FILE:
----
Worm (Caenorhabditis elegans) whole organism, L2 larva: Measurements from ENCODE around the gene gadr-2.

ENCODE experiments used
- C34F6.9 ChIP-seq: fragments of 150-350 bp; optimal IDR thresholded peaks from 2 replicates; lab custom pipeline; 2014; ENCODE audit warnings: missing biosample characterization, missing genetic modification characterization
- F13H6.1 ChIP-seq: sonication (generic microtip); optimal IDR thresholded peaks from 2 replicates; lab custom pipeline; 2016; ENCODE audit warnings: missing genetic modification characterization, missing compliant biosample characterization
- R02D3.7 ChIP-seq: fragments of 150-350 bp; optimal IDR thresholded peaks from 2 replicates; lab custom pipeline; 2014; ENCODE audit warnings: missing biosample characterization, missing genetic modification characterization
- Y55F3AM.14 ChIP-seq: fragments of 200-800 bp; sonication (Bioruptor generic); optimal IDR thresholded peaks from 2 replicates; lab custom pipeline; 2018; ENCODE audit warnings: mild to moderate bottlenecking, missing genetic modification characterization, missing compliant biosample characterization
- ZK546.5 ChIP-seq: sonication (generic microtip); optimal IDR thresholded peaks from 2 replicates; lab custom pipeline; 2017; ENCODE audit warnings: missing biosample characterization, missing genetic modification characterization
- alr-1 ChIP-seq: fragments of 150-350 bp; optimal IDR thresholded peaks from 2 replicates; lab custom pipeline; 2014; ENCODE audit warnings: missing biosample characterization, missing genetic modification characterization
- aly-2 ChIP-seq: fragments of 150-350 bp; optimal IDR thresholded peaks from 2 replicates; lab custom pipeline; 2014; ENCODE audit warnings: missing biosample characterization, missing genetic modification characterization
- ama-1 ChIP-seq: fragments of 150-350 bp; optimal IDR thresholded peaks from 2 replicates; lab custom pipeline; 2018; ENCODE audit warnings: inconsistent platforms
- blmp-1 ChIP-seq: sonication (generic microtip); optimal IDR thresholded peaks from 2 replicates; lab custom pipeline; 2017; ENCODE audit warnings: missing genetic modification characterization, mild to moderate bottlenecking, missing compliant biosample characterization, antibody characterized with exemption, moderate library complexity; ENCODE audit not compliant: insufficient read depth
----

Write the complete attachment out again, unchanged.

Worm (Caenorhabditis elegans) whole organism, L2 larva: Measurements from ENCODE around the gene gadr-2.

ENCODE experiments used
- C34F6.9 ChIP-seq: fragments of 150-350 bp; optimal IDR thresholded peaks from 2 replicates; lab custom pipeline; 2014; ENCODE audit warnings: missing biosample characterization, missing genetic modification characterization
- F13H6.1 ChIP-seq: sonication (generic microtip); optimal IDR thresholded peaks from 2 replicates; lab custom pipeline; 2016; ENCODE audit warnings: missing genetic modification characterization, missing compliant biosample characterization
- R02D3.7 ChIP-seq: fragments of 150-350 bp; optimal IDR thresholded peaks from 2 replicates; lab custom pipeline; 2014; ENCODE audit warnings: missing biosample characterization, missing genetic modification characterization
- Y55F3AM.14 ChIP-seq: fragments of 200-800 bp; sonication (Bioruptor generic); optimal IDR thresholded peaks from 2 replicates; lab custom pipeline; 2018; ENCODE audit warnings: mild to moderate bottlenecking, missing genetic modification characterization, missing compliant biosample characterization
- ZK546.5 ChIP-seq: sonication (generic microtip); optimal IDR thresholded peaks from 2 replicates; lab custom pipeline; 2017; ENCODE audit warnings: missing biosample characterization, missing genetic modification characterization
- alr-1 ChIP-seq: fragments of 150-350 bp; optimal IDR thresholded peaks from 2 replicates; lab custom pipeline; 2014; ENCODE audit warnings: missing biosample characterization, missing genetic modification characterization
- aly-2 ChIP-seq: fragments of 150-350 bp; optimal IDR thresholded peaks from 2 replicates; lab custom pipeline; 2014; ENCODE audit warnings: missing biosample characterization, missing genetic modification characterization
- ama-1 ChIP-seq: fragments of 150-350 bp; optimal IDR thresholded peaks from 2 replicates; lab custom pipeline; 2018; ENCODE audit warnings: inconsistent platforms
- blmp-1 ChIP-seq: sonication (generic microtip); optimal IDR thresholded peaks from 2 replicates; lab custom pipeline; 2017; ENCODE audit warnings: missing genetic modification characterization, mild to moderate bottlenecking, missing compliant biosample characterization, antibody characterized with exemption, moderate library complexity; ENCODE audit not compliant: insufficient read depth